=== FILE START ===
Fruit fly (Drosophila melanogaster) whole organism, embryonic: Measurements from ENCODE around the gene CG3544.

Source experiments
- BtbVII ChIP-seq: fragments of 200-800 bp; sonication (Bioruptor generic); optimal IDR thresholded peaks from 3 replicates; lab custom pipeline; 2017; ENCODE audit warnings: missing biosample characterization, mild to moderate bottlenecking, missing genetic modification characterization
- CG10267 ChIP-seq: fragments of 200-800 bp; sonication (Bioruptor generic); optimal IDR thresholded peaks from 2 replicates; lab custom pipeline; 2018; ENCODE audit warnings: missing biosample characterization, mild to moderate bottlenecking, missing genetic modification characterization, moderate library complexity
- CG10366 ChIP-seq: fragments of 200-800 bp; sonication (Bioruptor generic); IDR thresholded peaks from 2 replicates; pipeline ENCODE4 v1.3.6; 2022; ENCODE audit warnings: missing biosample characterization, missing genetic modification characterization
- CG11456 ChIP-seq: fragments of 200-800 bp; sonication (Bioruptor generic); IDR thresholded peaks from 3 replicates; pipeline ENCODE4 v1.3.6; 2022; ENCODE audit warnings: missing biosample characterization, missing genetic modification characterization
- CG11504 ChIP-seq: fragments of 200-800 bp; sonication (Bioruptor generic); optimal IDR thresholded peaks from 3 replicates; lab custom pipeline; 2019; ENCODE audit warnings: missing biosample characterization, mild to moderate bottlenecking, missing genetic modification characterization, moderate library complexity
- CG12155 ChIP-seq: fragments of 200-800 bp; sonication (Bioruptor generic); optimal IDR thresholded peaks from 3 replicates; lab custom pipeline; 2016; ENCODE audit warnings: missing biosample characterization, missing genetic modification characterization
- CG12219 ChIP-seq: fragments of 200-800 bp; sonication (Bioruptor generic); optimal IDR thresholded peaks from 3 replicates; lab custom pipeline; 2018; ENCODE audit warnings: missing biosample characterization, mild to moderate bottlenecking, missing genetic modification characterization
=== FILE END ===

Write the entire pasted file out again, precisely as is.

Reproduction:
Fruit fly (Drosophila melanogaster) whole organism, embryonic: Measurements from ENCODE around the gene CG3544.

Source experiments
- BtbVII ChIP-seq: fragments of 200-800 bp; sonication (Bioruptor generic); optimal IDR thresholded peaks from 3 replicates; lab custom pipeline; 2017; ENCODE audit warnings: missing biosample characterization, mild to moderate bottlenecking, missing genetic modification characterization
- CG10267 ChIP-seq: fragments of 200-800 bp; sonication (Bioruptor generic); optimal IDR thresholded peaks from 2 replicates; lab custom pipeline; 2018; ENCODE audit warnings: missing biosample characterization, mild to moderate bottlenecking, missing genetic modification characterization, moderate library complexity
- CG10366 ChIP-seq: fragments of 200-800 bp; sonication (Bioruptor generic); IDR thresholded peaks from 2 replicates; pipeline ENCODE4 v1.3.6; 2022; ENCODE audit warnings: missing biosample characterization, missing genetic modification characterization
- CG11456 ChIP-seq: fragments of 200-800 bp; sonication (Bioruptor generic); IDR thresholded peaks from 3 replicates; pipeline ENCODE4 v1.3.6; 2022; ENCODE audit warnings: missing biosample characterization, missing genetic modification characterization
- CG11504 ChIP-seq: fragments of 200-800 bp; sonication (Bioruptor generic); optimal IDR thresholded peaks from 3 replicates; lab custom pipeline; 2019; ENCODE audit warnings: missing biosample characterization, mild to moderate bottlenecking, missing genetic modification characterization, moderate library complexity
- CG12155 ChIP-seq: fragments of 200-800 bp; sonication (Bioruptor generic); optimal IDR thresholded peaks from 3 replicates; lab custom pipeline; 2016; ENCODE audit warnings: missing biosample characterization, missing genetic modification characterization
- CG12219 ChIP-seq: fragments of 200-800 bp; sonication (Bioruptor generic); optimal IDR thresholded peaks from 3 replicates; lab custom pipeline; 2018; ENCODE audit warnings: missing biosample characterization, mild to moderate bottlenecking, missing genetic modification characterization